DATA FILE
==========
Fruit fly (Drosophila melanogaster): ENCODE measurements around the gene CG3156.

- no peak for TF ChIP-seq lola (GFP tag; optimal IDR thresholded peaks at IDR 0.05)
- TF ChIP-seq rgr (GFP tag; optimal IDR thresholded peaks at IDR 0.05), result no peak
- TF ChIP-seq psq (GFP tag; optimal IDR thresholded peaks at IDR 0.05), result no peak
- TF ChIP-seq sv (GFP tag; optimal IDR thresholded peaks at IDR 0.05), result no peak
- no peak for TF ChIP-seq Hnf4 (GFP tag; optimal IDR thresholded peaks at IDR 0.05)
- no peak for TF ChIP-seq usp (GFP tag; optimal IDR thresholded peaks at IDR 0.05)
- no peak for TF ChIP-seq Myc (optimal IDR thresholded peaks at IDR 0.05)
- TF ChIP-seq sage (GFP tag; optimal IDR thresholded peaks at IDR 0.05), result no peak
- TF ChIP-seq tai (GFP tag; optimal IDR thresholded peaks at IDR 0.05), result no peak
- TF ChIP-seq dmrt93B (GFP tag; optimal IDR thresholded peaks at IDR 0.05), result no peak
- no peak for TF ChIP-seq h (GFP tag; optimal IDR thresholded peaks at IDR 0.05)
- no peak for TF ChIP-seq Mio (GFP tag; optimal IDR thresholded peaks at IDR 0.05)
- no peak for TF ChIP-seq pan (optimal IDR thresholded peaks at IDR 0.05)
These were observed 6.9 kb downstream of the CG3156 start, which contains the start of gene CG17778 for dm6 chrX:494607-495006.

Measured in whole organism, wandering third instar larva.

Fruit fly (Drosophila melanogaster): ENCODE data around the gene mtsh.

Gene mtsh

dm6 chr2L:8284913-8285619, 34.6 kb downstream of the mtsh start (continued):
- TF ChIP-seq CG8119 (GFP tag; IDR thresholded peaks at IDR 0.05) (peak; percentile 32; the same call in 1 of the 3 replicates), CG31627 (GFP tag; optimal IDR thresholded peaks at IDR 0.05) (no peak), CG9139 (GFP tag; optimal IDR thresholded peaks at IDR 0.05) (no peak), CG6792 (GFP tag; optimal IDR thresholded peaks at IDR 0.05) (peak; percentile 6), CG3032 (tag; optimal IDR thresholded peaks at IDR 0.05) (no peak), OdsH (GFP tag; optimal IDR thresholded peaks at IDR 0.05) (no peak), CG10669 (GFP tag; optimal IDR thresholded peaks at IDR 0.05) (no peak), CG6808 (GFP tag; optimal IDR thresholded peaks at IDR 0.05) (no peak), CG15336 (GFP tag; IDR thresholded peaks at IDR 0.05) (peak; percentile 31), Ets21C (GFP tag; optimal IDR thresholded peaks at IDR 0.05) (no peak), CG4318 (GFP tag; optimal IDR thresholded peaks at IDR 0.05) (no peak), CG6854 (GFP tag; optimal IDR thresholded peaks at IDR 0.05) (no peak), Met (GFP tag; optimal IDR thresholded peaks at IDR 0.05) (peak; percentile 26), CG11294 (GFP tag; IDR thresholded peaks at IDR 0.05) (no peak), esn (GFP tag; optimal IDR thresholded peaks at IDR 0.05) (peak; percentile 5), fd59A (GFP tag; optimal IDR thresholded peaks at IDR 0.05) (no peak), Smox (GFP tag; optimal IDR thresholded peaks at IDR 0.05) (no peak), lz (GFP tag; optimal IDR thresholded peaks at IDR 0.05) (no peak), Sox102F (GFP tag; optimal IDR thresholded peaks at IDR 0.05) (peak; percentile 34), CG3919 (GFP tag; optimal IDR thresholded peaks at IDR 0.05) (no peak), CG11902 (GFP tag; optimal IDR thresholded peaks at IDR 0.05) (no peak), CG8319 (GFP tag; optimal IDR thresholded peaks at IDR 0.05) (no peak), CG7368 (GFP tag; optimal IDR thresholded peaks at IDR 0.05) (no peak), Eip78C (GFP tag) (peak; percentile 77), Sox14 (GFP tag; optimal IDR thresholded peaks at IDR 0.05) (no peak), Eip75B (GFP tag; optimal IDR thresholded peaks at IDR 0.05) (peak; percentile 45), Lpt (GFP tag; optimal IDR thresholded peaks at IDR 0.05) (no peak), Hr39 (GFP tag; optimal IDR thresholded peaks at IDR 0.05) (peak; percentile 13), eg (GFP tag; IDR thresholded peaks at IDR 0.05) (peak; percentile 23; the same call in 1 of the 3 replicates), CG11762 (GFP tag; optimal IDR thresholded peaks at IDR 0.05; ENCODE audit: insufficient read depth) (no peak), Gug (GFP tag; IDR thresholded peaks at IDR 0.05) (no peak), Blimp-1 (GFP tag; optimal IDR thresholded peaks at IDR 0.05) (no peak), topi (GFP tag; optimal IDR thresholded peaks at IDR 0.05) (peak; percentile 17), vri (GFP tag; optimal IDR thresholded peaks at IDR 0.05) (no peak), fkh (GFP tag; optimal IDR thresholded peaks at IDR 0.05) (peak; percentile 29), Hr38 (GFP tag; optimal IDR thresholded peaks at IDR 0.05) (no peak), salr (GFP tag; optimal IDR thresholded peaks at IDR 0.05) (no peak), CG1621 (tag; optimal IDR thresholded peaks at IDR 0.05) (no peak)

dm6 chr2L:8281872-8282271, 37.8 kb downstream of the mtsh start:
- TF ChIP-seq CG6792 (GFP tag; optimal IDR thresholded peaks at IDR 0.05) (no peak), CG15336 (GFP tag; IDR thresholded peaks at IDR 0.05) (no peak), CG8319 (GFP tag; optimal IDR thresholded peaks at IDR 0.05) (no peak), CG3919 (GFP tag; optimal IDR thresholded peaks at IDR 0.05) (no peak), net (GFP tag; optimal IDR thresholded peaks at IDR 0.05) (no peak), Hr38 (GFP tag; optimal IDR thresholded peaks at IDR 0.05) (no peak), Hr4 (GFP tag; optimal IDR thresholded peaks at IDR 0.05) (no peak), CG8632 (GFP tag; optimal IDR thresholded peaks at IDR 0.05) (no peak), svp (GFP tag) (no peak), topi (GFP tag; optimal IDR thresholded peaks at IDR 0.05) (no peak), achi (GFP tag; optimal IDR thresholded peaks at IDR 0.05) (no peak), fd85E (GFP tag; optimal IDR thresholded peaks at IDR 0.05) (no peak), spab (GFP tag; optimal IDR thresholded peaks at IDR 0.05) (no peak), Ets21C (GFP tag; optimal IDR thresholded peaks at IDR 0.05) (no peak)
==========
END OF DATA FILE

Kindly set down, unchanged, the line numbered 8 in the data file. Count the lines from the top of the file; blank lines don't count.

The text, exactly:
- no peak for TF ChIP-seq Myc (optimal IDR thresholded peaks at IDR 0.05)